I haven’t written as much about the doing of my PhD on here as I’d thought I might, having spent the majority of my recent days actually writing it. But here’s something about my day’s work yesterday that involved walking to a cathedral and sitting in there for a while as I read something. Reading being a very big part of working out what I think about something beforeI write about it. Yesterday I sat in the Catholic Cathedral in Liverpool, one of my favourite buildings, and read about blue. Also taking the blue photographs I’m going to show you here as I write.
Blue as a subject had turned up in a book called ‘Utopia as Method’ by Ruth Levitas. Where she writes ‘A Riff on Blue’ and talks about blue long being used in stained glass and ecclesiastical paintings to signify the perfection of heaven in religious buildings. And goes on to specifically write it about it in the stained glass of where I went and sat to read the rest of her chapter. It being my habit now, when I can, to go and read or write about utopian places in the places themselves. This is what she says:
“In 1967, John Piper and Patrick Reyntiens designed the glass for Liverpool Metropolitan Cathedral, with its central lantern of three areas of colour, red, yellow and blue, each pierced by an area of white light conveying, rather than representing, the Trinity. The inspiration for this was Reyntiens’ reading of Dante’s fourteenth-century Paradiso, which uses colour and light as symbols for God. At Liverpool, the panels around the entrance are a golden yellow, but the glass panels in the surrounding walls are predominantly blue ‘in order to create an otherworldly light’. The experience created by this light is for Piper the fundamental purpose of glass design: ‘the function – the flesh and blood and bones of stained glass – its whole being – is to qualify light and to intensify atmosphere in a room or building, not necessarily to provide colour or a message’. Certainly they succeeded at Liverpool, where the effect is of being cradled in grace.”Excerpt From: Ruth Levitas. “Utopia as Method”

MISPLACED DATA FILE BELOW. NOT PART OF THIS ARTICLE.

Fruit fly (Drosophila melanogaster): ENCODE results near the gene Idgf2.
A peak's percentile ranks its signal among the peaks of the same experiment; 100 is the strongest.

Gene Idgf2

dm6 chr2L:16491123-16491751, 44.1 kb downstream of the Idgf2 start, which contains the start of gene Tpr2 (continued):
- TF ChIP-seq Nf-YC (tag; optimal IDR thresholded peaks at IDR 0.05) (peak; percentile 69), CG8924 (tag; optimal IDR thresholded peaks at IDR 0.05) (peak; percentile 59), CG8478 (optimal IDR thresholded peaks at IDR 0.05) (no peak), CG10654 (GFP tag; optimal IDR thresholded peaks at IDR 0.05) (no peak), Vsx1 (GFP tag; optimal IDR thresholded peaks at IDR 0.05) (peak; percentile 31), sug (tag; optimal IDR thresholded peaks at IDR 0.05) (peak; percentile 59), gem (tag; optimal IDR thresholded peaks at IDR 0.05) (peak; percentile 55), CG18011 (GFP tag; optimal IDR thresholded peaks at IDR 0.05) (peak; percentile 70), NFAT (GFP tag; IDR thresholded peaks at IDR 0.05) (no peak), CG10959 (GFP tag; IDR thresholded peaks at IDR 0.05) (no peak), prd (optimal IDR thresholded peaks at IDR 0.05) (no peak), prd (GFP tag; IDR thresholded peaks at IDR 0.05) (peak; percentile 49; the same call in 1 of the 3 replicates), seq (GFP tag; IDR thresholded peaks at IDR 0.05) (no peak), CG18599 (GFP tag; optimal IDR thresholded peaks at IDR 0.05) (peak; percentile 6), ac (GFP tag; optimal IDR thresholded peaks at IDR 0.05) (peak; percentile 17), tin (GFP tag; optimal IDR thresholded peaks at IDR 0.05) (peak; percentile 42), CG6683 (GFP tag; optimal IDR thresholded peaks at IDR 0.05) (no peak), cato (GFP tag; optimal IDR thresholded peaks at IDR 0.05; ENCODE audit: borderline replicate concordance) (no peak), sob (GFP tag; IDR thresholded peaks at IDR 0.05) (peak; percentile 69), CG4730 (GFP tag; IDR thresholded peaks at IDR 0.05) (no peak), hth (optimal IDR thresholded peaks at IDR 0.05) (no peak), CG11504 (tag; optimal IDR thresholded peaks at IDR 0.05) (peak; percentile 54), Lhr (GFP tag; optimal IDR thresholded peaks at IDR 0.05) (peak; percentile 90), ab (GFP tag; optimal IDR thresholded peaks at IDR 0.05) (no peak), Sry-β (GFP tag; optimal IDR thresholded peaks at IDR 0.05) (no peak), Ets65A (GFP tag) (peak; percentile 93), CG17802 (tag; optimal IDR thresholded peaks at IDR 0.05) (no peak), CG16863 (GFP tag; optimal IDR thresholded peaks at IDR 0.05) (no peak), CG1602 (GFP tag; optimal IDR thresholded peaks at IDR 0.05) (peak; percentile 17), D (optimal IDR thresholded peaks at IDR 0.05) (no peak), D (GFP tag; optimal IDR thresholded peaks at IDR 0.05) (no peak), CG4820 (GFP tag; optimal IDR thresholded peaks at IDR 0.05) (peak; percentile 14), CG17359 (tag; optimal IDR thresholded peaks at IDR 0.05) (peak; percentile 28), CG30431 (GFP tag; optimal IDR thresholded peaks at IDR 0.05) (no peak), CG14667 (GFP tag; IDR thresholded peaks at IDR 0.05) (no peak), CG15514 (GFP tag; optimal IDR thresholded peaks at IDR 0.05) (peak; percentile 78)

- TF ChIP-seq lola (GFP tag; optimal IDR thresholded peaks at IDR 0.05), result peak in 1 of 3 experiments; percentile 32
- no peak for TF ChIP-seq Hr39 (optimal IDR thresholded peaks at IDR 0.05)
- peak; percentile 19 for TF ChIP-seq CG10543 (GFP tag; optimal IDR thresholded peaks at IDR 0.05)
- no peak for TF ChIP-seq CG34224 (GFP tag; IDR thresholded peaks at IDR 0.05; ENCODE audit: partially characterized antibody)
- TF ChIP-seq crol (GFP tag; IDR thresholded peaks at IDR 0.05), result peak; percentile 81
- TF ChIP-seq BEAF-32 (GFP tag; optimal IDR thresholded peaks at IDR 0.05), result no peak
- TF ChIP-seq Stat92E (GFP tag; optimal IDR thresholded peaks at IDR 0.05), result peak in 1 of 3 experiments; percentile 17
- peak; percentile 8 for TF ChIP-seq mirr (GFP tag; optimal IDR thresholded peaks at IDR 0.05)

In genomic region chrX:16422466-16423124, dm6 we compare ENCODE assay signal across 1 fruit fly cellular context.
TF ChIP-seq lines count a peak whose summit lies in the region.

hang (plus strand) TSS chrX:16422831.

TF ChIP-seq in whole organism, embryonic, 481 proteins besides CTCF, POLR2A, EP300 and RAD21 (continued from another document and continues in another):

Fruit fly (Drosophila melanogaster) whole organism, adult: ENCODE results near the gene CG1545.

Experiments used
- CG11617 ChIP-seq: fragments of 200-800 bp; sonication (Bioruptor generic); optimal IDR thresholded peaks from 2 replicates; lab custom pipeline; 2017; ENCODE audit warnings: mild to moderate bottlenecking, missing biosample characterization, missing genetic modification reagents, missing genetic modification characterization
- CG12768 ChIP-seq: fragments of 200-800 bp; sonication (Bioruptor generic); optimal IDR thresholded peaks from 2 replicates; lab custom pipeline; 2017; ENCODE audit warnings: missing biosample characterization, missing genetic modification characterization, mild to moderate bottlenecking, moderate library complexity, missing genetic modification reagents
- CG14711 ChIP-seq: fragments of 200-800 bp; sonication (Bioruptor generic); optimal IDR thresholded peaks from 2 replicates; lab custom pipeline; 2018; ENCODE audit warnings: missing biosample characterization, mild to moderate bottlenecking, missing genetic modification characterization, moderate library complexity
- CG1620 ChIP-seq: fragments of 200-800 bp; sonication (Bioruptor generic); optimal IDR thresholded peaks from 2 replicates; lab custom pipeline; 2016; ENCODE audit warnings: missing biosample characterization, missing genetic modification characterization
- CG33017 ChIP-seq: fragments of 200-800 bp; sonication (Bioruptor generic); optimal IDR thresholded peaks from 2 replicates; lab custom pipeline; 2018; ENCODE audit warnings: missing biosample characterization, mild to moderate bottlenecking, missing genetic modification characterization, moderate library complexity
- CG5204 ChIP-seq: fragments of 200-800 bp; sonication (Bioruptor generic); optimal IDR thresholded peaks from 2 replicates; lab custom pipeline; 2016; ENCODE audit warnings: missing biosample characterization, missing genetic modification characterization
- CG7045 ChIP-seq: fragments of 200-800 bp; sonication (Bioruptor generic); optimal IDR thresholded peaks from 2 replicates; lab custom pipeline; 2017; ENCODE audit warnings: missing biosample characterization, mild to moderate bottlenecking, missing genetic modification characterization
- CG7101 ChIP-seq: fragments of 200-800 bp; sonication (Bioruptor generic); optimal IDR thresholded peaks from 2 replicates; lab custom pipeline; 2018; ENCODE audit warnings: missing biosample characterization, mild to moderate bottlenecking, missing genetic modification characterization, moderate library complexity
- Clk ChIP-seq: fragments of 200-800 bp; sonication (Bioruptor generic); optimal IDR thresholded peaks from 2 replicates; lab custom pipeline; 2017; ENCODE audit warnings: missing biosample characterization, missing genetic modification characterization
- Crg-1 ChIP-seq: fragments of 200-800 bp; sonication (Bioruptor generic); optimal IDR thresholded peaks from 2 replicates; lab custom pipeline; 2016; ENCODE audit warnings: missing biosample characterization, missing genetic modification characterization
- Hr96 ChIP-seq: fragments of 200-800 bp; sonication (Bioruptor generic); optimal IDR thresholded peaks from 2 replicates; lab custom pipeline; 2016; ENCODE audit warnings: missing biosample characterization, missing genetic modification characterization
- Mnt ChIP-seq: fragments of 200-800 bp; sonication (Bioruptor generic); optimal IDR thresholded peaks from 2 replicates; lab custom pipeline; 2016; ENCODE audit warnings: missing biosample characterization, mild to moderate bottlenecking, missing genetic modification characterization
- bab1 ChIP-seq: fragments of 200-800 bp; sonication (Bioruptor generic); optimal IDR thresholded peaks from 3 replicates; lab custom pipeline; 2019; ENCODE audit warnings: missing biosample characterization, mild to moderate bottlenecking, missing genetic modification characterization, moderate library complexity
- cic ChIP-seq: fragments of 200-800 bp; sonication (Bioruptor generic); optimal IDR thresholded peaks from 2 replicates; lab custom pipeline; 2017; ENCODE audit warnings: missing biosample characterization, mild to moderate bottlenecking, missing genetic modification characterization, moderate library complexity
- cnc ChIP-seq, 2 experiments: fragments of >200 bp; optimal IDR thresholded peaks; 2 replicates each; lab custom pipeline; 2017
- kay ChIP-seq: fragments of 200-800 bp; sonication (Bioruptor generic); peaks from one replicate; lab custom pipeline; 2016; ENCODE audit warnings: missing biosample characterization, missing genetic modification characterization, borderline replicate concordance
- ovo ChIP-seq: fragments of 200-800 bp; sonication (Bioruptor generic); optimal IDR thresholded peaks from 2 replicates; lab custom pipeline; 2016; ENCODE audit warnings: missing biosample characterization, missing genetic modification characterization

“Cradled in grace” is how I felt sitting there in all the Cathedral’s intense beauty. Not the Christian grace my upbringing once taught me to be in a constant state of, but the grace of the moment, yesterday, of being in the great good fortune to be there in such a place, thinking about my work on how us humans make better lives in better places. The neighbourhood utopias my PhD is turning out to be about. Reading such an inspirational book, the last of the writer’s academic life she says, about all of her life’s thinking and work feeling more than special. The grace of being able to devote the time I wanted to reading such a book in such a place as this.
As well as blue the colour of heaven Ruth Levitas riffs around blue in music, as the colour of humanity’s yearning for better lives. The longing in the blues for the freedom from slavery on the other side of the River Jordan. And in jazz the reaching, joy and uplift of a John Coltrane or Billie Holiday always has blue shadows within and behind it:
“Even the term ‘the blues’, usually assumed to be a metaphor mediated by the melancholy effect of flattened or ‘blue’ notes, may itself be deeply rooted in material culture and the social relations of its production. Indigo was cultivated on plantations worked by slave labour in Central America and in the Southern States. The dominant understanding of the trade triangle of slavery and the main uses of slave labour in the Americas involve cotton, tobacco and sugar. Yet indigo was also a major economic crop. Initially it was mainly imported from India, with seventeenth-century references to the East India Company’s ‘Blue Warehouse’ in London. By 1775, it formed thirty-five per cent of South Carolina’s total exports. Slaves were traded for indigo between Georgia and the Windward Islands as late as 1790.”Ruth Levitas. “Utopia as Method”
And, yes, much of this “Riff on Blue” probably won’t make it through to what I’ll write in my PhD. There are other parts of her life’s work that will do that. Though since much of my work is about what so many of us have been doing and getting changed in Granby this century, better lives in a better place, and since Granby has for so long been the welcoming place in Liverpool for centuries of arriving black people and brown people, then maybe the blues is a presence here in Liverpool 8 too. It’s worth a think.
I so loved the grace and time of this reading and thinking through blue, in the utopian blue of this Cathedral. Then later, having walked away down the long steps and along Hope Street, to find out that yesterday was fifty years since the release of Joni Mitchell’s glorious “Blue” album:
“Blue, songs are like tattoos…Joni Mitchell
Ink on a pin
Underneath the skin
An empty space to fill in”
Not consciously in my mind then during my sitting in the Cathedral. But always in my heart and my soul ever since I first heard it as a boy. More blue songs for a blue kind of day. But blue in a longing sort of way, blue as grace and blue as perfection.
That’s my own riff on blue then. One early summer’s day while I was thinking about utopias and Ruth Levitas.
More writing about doing this university work is here.